These testimonies highlight the horror that preceded Bangladesh’s independence
Today, October 21, marks the 47th anniversary of the publication of the “Testimony of Sixty,” a collection of eye-witness accounts of the tragic situation in Bengal (East and West) at that time, in 1971.
In addition, October 28 will mark the 47th anniversary of the publication in the United States Congressional Record of the full text of the Testimony of Sixty.
The Testimony of Sixty of 1971 was an attempt to shock and wake up the world to the ongoing crisis in Bengal. The world, yet again, needs rudely waking up to the current Rohingya crisis.
“The Centre for the Study of Genocide and Justice” of the Liberation War Museum brought out, last year, a Testimony of Sixty related to the Rohingya refugees and, to shock the readers, used the 1971 format. The Centre for the Study of Genocide and Justice has also published a powerful report in September this year: “The Rohingya Genocide-Compilation and Analysis of Survivors’ Testimonies.”
As I am the only person, currently living and working in Bangladesh, who was personally involved in 1971, with the collection of many of these eye-witness accounts, I thought that it would be interesting to learn how and why OXFAM decided, in 1971, to publish this document.
In 1971, I had the responsibility of coordinating the relief efforts of Oxfam-UK, which was assisting approximately 600,000 Bangladeshis in many refugee camps in the border areas of Tripura, Meghalaya, Assam, Cooch Behar, Jalpaiguri, Siliguri, West Dinajpur, Balurghat, Barasat, and Bongaon.
As we were unsure how long the tragic situation would last, at any one time we were always planning and budgeting for six months ahead, and in September 1971, we were assessing the future cost of assisting the refugees through the winter which, in many areas, would be severely cold. We needed regular and large sums of money each month.
This campaign -- Oxfam’s biggest ever relief operation after Biafra (1968-70), and before Kampuchea (1979) -- meant that Oxfam’s fundraising effort and publicity had to be second to none.
To raise funds for a crisis which appeared to be never-ending needed a sustained fundraising strategy using advertisements which would both inform but also shock people into giving. As the winter of 1971 approached, and with it the need for blankets and warm clothing, Oxfam ran campaigns to “take a blanket off your bed,” “buy a new sweater for Christmas and throw your old ones to Oxfam,” and “you know what a lot of people are praying for this Christmas? A swift and merciful death.”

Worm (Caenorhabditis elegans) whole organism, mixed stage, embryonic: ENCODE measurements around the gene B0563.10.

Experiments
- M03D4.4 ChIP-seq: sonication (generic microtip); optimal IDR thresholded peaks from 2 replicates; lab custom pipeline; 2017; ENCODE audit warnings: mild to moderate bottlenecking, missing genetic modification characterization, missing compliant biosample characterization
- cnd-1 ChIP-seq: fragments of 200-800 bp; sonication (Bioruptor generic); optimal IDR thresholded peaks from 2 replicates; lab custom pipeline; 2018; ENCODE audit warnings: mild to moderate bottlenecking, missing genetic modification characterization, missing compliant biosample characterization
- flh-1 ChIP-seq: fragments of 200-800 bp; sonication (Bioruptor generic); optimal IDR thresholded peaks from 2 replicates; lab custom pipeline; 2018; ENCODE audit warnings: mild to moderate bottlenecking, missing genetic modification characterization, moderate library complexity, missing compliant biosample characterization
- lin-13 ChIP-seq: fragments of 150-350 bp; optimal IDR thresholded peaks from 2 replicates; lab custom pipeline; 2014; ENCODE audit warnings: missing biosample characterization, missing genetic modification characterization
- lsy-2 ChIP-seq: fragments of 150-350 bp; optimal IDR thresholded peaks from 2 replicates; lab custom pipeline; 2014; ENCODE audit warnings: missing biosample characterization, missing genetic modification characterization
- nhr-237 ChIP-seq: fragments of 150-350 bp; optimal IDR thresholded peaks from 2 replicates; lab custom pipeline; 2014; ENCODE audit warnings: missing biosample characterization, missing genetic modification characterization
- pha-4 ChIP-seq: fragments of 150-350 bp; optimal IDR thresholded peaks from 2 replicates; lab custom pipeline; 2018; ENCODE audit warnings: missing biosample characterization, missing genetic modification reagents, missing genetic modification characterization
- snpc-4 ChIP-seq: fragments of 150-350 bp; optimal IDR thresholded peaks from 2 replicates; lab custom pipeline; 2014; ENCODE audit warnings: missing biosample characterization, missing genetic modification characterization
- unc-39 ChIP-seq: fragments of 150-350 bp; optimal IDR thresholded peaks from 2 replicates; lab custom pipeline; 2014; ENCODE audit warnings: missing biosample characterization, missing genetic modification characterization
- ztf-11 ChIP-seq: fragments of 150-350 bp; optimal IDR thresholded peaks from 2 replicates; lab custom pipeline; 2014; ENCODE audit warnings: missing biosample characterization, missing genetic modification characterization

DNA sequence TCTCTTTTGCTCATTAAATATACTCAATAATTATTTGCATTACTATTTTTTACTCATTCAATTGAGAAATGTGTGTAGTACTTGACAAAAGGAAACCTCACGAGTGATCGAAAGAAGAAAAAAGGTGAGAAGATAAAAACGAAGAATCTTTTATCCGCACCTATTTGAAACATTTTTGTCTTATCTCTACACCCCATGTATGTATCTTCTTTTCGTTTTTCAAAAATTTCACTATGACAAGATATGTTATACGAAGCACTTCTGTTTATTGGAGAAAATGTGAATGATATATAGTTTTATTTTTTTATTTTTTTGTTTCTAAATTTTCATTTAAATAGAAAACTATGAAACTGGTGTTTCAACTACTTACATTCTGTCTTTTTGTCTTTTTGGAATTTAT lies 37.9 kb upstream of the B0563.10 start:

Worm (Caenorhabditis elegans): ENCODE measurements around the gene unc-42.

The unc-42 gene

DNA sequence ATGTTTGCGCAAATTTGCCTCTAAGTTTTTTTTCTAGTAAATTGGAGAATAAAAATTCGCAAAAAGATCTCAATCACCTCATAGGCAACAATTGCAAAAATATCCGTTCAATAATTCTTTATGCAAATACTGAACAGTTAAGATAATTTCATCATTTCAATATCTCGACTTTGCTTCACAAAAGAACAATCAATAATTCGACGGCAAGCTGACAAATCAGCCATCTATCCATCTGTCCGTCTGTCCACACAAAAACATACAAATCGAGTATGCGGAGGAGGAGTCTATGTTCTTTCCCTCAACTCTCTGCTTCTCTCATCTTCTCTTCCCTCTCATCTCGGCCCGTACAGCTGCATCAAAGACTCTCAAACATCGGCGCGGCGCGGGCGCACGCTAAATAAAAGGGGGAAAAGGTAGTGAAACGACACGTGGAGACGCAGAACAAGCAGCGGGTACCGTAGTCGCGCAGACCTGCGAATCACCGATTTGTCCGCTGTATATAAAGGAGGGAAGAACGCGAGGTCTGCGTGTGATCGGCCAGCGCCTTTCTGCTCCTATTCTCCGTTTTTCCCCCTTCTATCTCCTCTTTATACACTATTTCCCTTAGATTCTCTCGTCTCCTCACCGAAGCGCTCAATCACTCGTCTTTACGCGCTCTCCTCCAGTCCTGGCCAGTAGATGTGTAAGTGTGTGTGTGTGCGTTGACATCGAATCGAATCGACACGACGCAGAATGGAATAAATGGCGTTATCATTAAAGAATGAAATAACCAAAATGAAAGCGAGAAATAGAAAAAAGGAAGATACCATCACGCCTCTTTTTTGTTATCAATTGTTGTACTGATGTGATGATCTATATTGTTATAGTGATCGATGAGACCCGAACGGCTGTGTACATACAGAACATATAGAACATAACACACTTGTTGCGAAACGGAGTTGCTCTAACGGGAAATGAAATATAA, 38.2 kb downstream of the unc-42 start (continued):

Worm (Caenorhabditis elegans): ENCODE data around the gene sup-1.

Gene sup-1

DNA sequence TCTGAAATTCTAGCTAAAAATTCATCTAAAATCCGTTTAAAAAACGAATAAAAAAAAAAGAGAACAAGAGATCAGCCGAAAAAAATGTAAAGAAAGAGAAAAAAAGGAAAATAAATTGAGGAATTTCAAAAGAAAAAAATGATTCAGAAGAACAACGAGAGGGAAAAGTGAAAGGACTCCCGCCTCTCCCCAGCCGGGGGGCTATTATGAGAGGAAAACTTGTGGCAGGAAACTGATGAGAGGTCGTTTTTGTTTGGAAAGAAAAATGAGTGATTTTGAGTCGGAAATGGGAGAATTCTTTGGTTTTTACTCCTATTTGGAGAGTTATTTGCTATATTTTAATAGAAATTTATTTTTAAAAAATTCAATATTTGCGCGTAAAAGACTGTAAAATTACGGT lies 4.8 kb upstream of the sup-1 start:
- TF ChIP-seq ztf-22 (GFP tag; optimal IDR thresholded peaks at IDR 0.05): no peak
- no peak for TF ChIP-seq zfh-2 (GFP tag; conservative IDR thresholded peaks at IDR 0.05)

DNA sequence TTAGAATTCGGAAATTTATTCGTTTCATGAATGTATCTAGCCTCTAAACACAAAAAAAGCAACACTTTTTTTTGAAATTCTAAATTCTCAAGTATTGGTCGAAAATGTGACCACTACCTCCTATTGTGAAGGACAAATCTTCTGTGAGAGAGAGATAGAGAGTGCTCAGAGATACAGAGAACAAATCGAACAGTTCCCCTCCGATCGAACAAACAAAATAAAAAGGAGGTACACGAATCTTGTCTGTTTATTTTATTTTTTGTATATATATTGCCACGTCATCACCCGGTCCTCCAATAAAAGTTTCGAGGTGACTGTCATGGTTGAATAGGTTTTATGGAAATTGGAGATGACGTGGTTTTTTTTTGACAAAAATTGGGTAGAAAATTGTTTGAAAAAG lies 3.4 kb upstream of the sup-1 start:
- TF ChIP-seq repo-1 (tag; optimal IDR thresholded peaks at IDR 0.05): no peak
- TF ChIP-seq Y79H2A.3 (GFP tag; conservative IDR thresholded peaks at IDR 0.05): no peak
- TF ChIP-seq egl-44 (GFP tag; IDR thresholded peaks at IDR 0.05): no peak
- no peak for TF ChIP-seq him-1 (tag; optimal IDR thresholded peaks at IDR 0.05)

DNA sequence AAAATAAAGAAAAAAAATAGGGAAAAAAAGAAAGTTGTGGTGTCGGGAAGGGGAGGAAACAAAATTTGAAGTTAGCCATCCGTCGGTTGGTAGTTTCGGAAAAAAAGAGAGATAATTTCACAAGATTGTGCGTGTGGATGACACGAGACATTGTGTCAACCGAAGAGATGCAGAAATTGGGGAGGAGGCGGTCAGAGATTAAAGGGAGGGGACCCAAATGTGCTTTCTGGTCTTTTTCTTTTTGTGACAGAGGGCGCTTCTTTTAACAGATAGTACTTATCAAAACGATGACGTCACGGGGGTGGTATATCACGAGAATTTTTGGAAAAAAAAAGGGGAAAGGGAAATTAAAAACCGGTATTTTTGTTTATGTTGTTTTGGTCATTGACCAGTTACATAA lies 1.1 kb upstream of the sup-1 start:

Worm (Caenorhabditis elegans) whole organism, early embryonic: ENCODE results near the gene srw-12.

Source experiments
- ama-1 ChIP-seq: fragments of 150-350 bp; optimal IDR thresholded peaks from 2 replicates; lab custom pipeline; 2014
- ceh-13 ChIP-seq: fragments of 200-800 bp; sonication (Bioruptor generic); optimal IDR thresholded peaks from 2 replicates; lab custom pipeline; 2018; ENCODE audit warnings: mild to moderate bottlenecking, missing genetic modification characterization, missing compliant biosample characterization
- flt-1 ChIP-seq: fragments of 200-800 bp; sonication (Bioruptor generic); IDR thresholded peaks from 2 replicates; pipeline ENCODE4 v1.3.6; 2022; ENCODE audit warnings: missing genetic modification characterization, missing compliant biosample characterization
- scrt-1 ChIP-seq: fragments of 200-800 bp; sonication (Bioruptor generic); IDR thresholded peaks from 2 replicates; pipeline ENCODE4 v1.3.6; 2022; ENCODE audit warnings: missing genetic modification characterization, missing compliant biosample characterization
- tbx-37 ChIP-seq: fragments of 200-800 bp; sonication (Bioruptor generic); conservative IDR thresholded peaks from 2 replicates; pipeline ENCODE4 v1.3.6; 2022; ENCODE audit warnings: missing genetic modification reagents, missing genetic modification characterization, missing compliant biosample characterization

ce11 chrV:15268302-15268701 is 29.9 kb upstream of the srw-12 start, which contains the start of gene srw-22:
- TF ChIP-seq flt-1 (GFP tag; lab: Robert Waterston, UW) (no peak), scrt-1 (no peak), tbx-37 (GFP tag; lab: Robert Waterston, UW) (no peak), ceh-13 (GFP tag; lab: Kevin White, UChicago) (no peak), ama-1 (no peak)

The British Post Office, at the time, charged nothing for sending blankets and warm clothing by parcel postage if addressed to Oxfam, and the Royal Air Force air-freighted the blankets and warm clothing to Kolkata.
For those of us who have forgotten or are too young to remember, there were an estimated 10 million Bangladeshis living in about 900 refugee camps. The logistics of feeding and caring for such a large number of people even now, after so many years, are difficult to comprehend.
How was it done? It was done through the heroism of many, and these men and women never sought fame or credit but insisted that they were just doing what had to be done. Most of them were refugees themselves.
To those who, in 2018, still question if genocide by the Pakistan Army and their collaborators took place, I can only say that on numerous occasions, over a period of seven months, when I visited the refugees, I saw traumatized families who had witnessed the murder of their loved ones.
On my visits to the refugee camps where Oxfam was making some sort of difference, I became used to seeing dead bodies, mostly children, lines of people queuing up to use latrines and some, with acute diarrhoea, not making it in time.
In the camps, where there was no supplementary support to the aid being given by the Indian government, the situation was much worse. I saw many refugees dying, mostly the very young and the very old. They did not die in peace or with dignity. They died of hunger, in the mud. They died of cholera and they died of cold.
It was difficult to keep the crisis on the front pages of the world’s newspapers. The news of the genocide of March 25, 1971 put it on the front pages, and with the outbreak of cholera in May and June, the humanitarian crisis was front page news once more.
Again, when the camps got flooded that year, it was front page news. By September 1971, the British newspapers had headlines of “carry on dying,” “can the refugees ever go home?” and “Pakistani famine is worse than Biafra.”
However, Oxfam, at its Oxford-based head offices, decided that it must find a way to shock the world’s leaders to an even greater extent, in order to make them open their eyes, and finally wake up.
In a surprisingly short amount of time, eye-witness accounts of the tragedy were collected and published as “The Testimony of Sixty on the Crisis in Bengal.”